How an ant walks around the rim of a carnivorous plant may seem to be a scene plucked out of the "Little Shop of Horrors" movie but this is a perfectly normal sight in the virgin forests of Borneo. In that corner of the globe, diving ants, Camponotus schmitzi, and pitcher plants, Nepenthes bicalcaranta, have a relationship made in heaven.
The diving ant calls the stalks and leaves of the fanged plant its comfortable abode. It even swims into the pool of digestive fluid of the insect-eating plant.
The N. bicalcaranta is a natural deathtrap for insects such as ants. It lures in preys into its deadly pitchers using its beautiful colors and its sweet nectar. When insects crawl to the plant's lips, they would slip down into the pitcher and meet their doom. The insects drown in the pool of fluids just like how food is digested in the stomach. The fluids, not as strong as the gastric acid of animals,help break down the insects and help the plant harvest essential nutrients such as nitrogen. To complete the picture, the pitchers of the plant have two thorns that resemble small fangs.
The article on Los Angeles Times relates how the ants are able to negotiate the slippery substance on the plant's lip. The ants can also dive to get bigger insects that will serve as its food. This picture makes it clear that the ants benefit from the relationship but what do the plants get in return?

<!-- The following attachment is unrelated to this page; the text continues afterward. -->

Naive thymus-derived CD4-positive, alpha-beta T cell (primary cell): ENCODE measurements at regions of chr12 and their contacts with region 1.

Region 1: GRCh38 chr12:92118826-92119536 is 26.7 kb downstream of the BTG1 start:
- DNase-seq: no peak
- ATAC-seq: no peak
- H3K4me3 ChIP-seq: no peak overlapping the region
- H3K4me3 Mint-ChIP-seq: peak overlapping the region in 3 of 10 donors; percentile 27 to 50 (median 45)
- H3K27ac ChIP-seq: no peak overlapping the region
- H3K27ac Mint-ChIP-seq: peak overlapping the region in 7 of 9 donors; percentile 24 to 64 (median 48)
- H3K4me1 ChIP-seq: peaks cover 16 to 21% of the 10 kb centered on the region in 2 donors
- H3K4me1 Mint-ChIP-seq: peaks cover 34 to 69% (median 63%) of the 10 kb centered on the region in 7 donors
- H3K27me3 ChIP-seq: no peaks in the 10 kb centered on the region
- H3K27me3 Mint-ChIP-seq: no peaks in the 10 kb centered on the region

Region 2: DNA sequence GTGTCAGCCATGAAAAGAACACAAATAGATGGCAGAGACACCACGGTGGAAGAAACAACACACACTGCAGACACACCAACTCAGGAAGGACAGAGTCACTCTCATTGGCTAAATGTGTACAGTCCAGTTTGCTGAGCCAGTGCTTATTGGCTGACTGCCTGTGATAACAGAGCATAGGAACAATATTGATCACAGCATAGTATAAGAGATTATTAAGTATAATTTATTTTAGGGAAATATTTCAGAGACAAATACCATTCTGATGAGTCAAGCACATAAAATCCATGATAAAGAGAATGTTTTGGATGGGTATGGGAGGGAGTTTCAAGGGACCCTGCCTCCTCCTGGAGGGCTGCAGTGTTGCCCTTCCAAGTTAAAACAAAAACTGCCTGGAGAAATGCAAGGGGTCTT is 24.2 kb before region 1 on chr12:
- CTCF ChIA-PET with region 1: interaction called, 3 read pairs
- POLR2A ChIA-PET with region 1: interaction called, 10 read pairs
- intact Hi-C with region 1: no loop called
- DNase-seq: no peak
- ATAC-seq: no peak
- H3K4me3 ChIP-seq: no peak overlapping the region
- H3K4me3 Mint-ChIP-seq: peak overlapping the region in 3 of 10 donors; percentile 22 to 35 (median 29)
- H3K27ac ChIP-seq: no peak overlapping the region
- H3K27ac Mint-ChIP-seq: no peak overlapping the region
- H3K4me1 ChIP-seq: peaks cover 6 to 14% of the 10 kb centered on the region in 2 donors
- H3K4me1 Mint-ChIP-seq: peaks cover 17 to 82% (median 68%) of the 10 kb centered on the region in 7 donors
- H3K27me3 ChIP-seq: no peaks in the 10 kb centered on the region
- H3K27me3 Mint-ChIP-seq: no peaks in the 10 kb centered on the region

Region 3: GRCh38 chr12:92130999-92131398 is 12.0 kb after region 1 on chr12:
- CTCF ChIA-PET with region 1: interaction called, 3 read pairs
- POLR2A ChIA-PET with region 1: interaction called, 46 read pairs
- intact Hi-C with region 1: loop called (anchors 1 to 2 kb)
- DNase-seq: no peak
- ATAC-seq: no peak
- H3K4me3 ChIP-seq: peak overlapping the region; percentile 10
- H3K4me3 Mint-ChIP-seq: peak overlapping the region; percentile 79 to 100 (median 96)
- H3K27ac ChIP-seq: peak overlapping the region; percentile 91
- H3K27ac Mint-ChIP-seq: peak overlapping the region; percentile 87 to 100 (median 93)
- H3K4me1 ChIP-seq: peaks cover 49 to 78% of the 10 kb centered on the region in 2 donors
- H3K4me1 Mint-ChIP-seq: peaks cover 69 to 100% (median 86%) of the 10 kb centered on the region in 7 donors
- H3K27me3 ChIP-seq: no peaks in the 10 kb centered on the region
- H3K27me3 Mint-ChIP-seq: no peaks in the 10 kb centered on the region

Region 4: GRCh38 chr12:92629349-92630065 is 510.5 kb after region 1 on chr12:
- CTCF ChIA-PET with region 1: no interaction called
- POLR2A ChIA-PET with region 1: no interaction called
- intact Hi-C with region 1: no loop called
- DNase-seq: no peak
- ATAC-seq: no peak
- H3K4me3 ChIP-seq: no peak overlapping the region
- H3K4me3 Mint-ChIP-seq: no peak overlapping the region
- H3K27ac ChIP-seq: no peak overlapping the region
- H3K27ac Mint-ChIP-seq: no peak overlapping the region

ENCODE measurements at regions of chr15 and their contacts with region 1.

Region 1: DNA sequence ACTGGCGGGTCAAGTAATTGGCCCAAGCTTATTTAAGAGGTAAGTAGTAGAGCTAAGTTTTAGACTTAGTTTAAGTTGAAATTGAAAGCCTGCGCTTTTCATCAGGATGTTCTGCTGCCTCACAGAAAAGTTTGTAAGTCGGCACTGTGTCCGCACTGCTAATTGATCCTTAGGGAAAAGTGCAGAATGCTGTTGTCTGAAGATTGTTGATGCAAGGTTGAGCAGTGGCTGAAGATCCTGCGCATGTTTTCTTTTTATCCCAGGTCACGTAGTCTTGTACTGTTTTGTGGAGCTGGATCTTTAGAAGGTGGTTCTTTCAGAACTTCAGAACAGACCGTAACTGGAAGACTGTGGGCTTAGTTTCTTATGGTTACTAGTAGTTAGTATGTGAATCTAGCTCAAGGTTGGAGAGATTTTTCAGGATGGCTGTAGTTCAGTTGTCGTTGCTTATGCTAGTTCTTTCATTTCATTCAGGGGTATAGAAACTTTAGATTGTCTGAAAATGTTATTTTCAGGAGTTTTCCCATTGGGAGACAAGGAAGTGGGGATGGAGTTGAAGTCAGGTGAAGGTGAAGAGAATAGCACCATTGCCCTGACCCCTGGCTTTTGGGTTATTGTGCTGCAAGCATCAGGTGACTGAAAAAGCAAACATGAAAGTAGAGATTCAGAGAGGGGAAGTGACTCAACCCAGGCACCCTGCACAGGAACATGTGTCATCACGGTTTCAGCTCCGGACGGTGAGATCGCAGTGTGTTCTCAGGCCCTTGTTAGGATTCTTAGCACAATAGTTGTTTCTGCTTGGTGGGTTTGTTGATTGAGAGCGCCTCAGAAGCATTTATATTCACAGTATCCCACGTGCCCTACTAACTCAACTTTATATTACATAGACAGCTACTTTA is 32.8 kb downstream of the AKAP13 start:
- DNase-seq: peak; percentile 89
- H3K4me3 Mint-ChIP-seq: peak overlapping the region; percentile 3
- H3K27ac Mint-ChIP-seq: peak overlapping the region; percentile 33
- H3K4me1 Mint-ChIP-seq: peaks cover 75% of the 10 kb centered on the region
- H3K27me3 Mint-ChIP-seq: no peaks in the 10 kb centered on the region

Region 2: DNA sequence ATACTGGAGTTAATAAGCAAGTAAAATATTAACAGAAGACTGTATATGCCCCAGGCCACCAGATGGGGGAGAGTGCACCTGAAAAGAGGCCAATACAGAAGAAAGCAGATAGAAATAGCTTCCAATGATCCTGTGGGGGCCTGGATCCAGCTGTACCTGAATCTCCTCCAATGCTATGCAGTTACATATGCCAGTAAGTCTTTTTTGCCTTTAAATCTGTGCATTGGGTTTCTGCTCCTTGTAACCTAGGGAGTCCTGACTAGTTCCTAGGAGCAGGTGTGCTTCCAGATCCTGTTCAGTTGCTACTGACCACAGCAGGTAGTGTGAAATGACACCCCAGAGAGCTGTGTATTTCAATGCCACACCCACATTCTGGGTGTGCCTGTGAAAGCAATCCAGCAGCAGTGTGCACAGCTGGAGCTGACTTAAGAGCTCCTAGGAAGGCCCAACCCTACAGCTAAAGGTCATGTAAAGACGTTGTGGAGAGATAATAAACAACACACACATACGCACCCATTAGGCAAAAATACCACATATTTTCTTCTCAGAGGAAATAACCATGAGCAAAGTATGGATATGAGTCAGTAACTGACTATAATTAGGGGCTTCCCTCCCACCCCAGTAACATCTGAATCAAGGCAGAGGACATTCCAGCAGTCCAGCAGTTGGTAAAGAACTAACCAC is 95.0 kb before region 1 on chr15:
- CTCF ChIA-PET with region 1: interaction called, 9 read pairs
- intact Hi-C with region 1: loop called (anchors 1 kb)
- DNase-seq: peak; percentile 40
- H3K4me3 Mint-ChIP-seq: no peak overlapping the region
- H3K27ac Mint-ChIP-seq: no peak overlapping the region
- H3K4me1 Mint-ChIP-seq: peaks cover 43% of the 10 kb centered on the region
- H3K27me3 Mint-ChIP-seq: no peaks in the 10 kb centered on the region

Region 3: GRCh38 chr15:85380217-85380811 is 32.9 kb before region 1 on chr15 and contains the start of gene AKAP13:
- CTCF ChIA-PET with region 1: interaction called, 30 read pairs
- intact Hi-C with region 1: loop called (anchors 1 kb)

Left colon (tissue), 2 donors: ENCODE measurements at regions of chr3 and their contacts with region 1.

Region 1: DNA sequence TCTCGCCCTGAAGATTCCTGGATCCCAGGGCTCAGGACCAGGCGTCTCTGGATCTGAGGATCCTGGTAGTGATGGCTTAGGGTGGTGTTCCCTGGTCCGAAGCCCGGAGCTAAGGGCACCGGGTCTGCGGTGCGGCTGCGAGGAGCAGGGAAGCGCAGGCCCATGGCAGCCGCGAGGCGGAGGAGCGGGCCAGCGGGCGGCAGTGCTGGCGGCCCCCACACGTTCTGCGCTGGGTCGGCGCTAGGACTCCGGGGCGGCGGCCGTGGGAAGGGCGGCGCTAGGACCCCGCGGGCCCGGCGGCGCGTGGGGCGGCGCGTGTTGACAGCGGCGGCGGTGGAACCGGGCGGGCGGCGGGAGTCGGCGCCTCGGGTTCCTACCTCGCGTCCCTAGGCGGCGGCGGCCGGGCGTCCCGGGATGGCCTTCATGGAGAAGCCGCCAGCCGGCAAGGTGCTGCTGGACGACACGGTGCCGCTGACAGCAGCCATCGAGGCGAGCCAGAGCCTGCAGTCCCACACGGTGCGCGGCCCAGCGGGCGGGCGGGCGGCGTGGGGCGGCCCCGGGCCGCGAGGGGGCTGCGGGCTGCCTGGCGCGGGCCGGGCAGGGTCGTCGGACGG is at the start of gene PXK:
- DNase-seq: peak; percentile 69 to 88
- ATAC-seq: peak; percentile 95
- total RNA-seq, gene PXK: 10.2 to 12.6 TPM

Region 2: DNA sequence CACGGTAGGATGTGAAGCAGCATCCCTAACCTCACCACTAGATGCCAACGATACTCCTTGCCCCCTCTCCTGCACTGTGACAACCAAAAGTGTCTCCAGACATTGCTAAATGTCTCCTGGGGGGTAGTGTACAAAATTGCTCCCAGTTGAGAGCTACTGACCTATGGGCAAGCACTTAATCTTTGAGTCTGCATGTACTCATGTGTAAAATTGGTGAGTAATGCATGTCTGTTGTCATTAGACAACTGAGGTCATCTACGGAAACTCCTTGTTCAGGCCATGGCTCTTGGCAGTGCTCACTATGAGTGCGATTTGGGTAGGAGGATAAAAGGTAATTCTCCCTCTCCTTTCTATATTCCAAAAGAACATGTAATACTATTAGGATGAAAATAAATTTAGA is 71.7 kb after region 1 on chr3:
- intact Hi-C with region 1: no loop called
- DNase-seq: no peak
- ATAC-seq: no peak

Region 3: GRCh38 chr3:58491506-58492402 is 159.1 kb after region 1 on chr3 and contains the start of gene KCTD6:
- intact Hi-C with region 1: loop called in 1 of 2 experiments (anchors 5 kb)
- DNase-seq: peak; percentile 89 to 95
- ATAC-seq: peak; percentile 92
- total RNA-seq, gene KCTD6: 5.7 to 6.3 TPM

A study titled "A Novel Type of Nutritional Ant-Plant Interaction: Ant Partners of Carnivorous Pitcher Plants Prevent Nutrient Export by Dipteran Pitcher Infauna" published Wednesday on PLoS One put a spotlight on the plant-insect relationship.
While some may think that only the ants benefit from the relationship, the proponents of the study, led by Mathias Scharmann from the University of Cambridge, noticed that the plants with the ant colonies are actually healthier and bigger than plants without the diving ants.
The scientists noted that the ants help the carnivorous plants by keeping its surface clean and eating larvae of mosquitoes and fly that thrive in the pitcher of the plant. Getting rid of the larvae that steal nutrients from the host make the plant healthier. The ants also convert the insects into waste from which the plant can absorb nutrients.
The proponents of the study confirmed their hypothesis by placing mosquito larvae and diving ants into the pitcher fluids and observed what the ants will do. The ants bit and dragged the larvae out of the fluid and up the sides of the pitcher.
"Kneeling down in the swamp amidst huge pitcher plants in a Bornean rainforest, it was a truly jaw-dropping experience when we first noticed how very aggressive and skilled the Camponotus schmitziants were in underwater hunting," Scharmann shared the team's amazing experience.
Check out the video of this symbiosis below: